Most players don’t warm-up their poker minds before playing their sessions. But why not? My guess is it’s because most of us play for small stakes and we probably see poker as “just a game”. You don’t warm-up prior to playing Monopoly or Connect 4, right?
Plus, we don’t have coaches pushing us to play our best, no team of players to warm-up with nor do we have fans or a boss to disappoint. We’re just playing the game of poker.
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However, I would argue that for those of us taking it seriously, poker is more than just a game. You have money on the line and your decisions directly impact how much you earn or lose in every session you play. The more you earn, the more you’ll enjoy this game and the longer you’ll remain a player. The more you lose, the more mentally and financially difficult it is to stick around with any longevity in poker.
Anybody who takes their performance seriously warms up prior to the “big game”:
- NASCAR drivers visualize every twist and turn of a race before the starter flag is waved.
- Presentation speakers go through their slideshow and ensure their cue cards are in order.
- Basketball players take shots and run passing drills to get their muscle memory fired up and their teamwork on point.
- Comedians run through their sets in their mind.
If we want to excel in this game, we must do the same. Warm-ups get you in a positive poker mindset, focus you on the strategies you want to develop, help you control your emotions and avoid tilt, and allow you to play longer sessions more effectively and profitably.
A Simple and Effective 2-part Warm-up
There are only 2 parts to this warm-up and it takes at most 10 minutes. #1 is a non-negotiable. #2 is your choice between 3 different ways to put yourself in an A-game poker mindset.
#1: Ditch the Distractions
Distractions hurt your ability to focus on the action and make good, money-making decisions. You know what distracts you the most, so turn ‘em off or put ‘em away ahead of your session. Maybe it’s Facebook, Instagram, YouTube videos on woodworking, bingeing your favorite show, alcohol or Sports Center. Whatever it is… turn it off!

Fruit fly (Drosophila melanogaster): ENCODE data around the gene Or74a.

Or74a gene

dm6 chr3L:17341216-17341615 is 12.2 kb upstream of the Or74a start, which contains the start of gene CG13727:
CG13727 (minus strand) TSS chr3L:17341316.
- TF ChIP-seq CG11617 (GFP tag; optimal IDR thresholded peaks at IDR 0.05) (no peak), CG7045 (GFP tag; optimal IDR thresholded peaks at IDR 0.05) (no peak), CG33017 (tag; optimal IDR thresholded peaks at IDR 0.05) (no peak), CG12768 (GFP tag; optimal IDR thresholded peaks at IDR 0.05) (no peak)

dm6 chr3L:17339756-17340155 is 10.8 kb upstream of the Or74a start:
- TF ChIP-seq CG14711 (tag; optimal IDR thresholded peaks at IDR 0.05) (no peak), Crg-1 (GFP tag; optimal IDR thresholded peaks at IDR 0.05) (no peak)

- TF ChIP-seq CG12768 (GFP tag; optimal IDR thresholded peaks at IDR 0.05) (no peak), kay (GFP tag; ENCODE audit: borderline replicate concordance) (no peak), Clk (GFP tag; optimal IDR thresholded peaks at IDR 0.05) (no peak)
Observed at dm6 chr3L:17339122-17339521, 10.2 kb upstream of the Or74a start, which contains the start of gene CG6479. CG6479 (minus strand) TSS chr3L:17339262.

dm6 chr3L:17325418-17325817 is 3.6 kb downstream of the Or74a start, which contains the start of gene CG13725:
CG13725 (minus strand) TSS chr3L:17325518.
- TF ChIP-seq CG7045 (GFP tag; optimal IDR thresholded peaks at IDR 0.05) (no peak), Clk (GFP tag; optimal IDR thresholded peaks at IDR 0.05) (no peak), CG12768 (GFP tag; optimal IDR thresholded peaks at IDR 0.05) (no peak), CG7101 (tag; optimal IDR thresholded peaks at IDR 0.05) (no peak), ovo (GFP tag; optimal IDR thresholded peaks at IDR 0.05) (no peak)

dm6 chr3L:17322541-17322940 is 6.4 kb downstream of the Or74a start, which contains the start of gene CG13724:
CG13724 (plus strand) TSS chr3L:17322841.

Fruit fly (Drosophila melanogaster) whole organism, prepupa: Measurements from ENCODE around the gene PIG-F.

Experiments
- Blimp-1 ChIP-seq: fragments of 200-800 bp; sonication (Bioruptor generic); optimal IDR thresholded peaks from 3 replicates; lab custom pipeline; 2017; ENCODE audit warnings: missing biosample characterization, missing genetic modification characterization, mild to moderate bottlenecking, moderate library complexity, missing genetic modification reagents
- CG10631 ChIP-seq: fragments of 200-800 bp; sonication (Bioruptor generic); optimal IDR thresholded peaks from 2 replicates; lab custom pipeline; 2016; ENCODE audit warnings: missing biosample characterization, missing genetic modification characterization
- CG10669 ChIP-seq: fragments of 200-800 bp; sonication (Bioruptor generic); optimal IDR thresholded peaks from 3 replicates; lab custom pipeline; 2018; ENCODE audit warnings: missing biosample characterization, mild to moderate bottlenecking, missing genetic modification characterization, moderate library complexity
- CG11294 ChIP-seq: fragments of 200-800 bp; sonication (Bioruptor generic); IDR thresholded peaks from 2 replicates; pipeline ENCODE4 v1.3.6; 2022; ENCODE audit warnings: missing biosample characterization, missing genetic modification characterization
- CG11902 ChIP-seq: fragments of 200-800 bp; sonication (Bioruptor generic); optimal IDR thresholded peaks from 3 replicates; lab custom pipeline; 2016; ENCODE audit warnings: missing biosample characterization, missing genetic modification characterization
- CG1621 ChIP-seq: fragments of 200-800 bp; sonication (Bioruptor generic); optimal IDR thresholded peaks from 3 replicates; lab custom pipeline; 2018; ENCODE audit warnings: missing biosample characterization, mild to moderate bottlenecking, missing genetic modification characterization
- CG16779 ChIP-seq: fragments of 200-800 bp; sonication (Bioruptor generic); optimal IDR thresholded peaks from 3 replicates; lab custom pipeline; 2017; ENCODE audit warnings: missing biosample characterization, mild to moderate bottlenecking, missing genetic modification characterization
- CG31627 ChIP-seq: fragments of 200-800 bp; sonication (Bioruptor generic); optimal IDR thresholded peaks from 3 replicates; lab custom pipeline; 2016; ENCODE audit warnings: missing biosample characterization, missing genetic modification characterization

And, if there are any urgent things on your to-do or honey-do list, get them done first so they're not dragging your mind down.
#2: Strategy Review
If you’re dedicated to improving your skills, there must be some piece of strategy you’re working on. Maybe you want to make more successful 3bet bluffs, so you’ve been watching videos and taking notes. Maybe you want to learn to raise donk bettors and bluff them off the hand, so you’ve been reviewing hands where you faced a donk bet and got to showdown. Or, maybe you want to fold more often on the river when you know you’re beat and you found the perfect video that gives you strategies to do this.
Whatever your current strategy focus, choose one of the following 3 tasks to prime your mind for great strategical decisions.
1. Review Your Notes
Great studies have 3 parts: consuming a useful piece of training (videos, podcasts, books, articles), taking notes and then taking action. Spend a few minutes looking over your notes to refresh yourself on the strategies you're working on. Turn your notes into action steps that you can do as you play.
Maybe you learned the 6 aspects of the perfect 3bet bluff. Write those down on a sticky note. Have a game plan of looking for those 6 aspects with every opportunity to bluff 3bet. When they’re all present, take action and pull the trigger. You can also use a tick sheet related to your strategy to help you stay focused throughout the entire session.
2. Hand Reading Exercise
Poker’s #1 skill is hand reading, and this is my favorite way to warm-up. Choose a hand that went to showdown that pertains to your current strategy focus. Review the hand and assign your opponent a preflop range, then narrow that range through the streets.
Maybe you’re working on double-barrel bluffs. Find a double-barreling hand, either successful or not, and take it through the hand reading process. Pay particular attention to the point of the hand that involves your current strategy focus.
This article on hand reading teaches you the entire process. Read it and take notes, then take action!
3. Re-Study and Visualize
Maybe you’ve found the perfect training video, podcast or article that teaches you great strategies. You’ve already studied and taken notes on it, so re-studying it as a warm-up can be a great refresher. But don’t just mindlessly restudy it. Re-watch/listen/read as you visualize yourself using the strategies, and edit or add to your notes as necessary.
Maybe you’re working to find the fold on the river, and you discovered this great video on folding AA when it’s obvious you’re beat. As you re-watch it, visualize yourself ranging your opponent. Visualize yourself looking at their stats, gauging their player type and making a read on their play and bet size. Visualize yourself folding when you know you're beat.
Now the ball’s in your court and it’s time for you to take action. Prior to each of your next 5 play sessions, do a the 2-part warm-up here to play your best poker. I hope you find success with this 2-part warm-up and continue using it for the rest of your poker journey.
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